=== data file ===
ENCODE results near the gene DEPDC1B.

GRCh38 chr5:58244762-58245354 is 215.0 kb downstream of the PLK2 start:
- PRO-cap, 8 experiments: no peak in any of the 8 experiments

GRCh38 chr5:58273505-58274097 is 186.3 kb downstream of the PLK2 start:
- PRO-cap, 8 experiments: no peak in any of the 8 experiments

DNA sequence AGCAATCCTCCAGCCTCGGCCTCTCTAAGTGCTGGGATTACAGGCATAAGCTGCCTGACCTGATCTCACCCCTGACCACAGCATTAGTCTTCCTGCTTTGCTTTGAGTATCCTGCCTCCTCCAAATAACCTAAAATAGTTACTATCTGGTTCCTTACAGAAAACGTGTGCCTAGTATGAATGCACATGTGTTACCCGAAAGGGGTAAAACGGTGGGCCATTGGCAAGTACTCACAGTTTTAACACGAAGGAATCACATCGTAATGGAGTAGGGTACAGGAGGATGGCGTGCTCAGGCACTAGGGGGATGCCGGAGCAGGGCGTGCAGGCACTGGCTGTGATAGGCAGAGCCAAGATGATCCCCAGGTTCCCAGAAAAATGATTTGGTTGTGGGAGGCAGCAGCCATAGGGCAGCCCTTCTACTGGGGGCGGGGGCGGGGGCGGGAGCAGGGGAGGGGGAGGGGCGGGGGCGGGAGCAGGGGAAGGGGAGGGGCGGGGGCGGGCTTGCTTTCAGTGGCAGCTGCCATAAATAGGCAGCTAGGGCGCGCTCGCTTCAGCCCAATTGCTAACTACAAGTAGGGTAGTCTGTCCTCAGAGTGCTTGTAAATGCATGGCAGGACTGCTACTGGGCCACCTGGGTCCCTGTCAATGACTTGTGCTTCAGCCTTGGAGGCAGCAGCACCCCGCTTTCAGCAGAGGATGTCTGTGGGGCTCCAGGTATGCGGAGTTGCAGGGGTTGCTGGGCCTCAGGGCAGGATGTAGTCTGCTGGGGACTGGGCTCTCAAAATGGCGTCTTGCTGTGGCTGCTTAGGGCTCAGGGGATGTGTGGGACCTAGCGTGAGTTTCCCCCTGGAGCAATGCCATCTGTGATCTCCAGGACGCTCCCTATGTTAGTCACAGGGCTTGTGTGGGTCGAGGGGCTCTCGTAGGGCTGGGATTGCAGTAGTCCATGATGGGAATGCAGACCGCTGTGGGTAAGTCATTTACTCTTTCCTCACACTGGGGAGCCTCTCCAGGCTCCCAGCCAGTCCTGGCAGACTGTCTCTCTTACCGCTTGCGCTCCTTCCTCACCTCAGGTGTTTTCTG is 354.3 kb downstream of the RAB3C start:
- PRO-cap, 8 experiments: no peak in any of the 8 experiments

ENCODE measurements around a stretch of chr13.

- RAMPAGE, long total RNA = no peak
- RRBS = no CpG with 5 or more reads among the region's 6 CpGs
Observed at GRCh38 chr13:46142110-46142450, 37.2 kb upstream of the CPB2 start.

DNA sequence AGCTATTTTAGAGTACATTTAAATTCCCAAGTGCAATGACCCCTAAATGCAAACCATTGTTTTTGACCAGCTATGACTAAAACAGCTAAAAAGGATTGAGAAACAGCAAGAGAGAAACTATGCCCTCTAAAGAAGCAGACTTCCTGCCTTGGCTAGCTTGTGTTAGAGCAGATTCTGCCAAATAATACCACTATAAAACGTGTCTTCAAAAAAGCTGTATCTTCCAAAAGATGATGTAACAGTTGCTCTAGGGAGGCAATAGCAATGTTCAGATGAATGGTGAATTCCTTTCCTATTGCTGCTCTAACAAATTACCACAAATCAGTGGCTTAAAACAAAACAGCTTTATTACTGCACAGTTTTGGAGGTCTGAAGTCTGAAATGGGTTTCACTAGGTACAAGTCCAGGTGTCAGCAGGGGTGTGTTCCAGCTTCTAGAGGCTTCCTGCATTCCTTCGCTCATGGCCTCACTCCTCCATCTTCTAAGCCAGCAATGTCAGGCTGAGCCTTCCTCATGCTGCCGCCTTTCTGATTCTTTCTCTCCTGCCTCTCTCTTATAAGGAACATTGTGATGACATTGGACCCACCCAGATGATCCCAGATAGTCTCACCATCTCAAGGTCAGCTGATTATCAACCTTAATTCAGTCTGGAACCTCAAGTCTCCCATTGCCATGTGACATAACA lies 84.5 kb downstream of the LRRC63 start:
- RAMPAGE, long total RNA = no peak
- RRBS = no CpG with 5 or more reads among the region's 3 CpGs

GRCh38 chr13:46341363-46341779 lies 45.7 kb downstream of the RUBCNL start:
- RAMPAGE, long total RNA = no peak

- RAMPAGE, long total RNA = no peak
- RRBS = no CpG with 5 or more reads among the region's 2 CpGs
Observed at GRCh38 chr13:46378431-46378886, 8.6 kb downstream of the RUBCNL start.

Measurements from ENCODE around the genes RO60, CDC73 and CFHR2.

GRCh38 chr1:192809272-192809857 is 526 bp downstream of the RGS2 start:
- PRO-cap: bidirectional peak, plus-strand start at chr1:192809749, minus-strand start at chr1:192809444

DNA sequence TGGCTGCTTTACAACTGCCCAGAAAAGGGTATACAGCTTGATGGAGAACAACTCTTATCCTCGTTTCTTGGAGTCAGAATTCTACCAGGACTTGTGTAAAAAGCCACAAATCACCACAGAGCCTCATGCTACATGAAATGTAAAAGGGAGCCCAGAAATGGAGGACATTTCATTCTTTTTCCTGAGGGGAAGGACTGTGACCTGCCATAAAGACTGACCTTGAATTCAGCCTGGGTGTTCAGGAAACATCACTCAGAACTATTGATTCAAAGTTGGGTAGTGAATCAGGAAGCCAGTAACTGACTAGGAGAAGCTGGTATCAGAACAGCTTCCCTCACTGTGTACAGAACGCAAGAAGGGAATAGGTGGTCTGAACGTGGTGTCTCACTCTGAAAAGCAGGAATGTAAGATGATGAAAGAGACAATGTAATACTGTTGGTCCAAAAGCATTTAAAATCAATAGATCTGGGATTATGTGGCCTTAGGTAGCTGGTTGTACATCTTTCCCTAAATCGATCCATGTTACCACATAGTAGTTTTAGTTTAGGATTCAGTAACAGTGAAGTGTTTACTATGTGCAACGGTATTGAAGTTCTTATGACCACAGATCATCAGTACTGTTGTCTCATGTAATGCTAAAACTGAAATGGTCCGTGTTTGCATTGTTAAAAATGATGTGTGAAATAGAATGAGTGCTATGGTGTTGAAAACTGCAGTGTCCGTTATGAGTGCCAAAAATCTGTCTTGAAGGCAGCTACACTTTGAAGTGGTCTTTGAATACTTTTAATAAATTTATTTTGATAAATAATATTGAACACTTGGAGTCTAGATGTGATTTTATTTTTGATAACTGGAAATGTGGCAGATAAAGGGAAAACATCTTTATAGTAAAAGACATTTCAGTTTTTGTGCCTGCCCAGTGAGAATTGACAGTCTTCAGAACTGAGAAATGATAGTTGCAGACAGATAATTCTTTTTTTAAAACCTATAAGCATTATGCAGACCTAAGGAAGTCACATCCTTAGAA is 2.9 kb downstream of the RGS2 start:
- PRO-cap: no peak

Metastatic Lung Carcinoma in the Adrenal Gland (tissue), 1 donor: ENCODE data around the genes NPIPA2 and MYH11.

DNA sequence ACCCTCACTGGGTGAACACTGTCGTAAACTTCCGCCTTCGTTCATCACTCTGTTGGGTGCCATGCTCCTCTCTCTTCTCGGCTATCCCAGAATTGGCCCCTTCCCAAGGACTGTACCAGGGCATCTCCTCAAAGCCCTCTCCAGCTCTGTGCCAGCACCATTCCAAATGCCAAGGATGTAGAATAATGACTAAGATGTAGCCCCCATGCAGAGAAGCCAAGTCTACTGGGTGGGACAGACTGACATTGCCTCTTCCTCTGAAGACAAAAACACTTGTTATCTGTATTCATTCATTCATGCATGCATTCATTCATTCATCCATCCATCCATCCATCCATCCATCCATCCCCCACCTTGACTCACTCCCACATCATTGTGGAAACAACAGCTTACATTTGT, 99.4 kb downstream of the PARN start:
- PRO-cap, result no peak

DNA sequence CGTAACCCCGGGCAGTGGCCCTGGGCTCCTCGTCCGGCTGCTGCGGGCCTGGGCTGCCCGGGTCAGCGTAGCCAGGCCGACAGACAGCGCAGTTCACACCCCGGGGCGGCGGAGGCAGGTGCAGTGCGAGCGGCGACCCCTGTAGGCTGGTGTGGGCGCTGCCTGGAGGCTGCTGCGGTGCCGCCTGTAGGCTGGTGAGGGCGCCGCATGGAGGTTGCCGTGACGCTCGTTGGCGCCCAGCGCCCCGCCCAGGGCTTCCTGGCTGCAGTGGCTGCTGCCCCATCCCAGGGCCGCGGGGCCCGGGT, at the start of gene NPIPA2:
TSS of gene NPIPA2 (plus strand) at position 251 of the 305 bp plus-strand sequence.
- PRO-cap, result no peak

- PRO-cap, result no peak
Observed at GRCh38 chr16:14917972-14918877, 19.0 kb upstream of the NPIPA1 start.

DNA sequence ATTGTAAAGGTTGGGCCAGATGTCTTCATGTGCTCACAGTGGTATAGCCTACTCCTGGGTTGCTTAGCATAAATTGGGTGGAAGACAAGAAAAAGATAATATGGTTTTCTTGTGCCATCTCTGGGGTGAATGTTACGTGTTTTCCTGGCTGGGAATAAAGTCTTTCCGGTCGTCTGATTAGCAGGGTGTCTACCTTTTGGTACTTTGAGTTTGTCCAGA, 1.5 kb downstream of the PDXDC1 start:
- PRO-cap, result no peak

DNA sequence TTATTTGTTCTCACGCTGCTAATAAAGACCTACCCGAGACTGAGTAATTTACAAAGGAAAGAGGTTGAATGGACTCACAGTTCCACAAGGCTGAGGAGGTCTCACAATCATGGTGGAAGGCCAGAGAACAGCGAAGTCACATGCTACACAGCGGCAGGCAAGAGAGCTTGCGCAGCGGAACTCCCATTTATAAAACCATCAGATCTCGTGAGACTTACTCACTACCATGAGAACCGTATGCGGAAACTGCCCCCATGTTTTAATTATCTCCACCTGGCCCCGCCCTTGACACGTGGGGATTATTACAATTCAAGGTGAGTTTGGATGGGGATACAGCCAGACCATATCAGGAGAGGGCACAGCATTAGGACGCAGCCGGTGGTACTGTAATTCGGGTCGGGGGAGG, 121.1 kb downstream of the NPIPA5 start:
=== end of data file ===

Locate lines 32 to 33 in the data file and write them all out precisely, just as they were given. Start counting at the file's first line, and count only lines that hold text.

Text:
Observed at GRCh38 chr16:14917972-14918877, 19.0 kb upstream of the NPIPA1 start.

DNA sequence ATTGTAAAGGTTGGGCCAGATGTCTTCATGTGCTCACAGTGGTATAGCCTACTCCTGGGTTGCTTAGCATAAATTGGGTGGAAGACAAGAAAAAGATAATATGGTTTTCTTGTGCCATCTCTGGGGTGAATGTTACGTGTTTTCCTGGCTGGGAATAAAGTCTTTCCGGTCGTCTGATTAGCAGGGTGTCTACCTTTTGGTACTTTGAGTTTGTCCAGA, 1.5 kb downstream of the PDXDC1 start: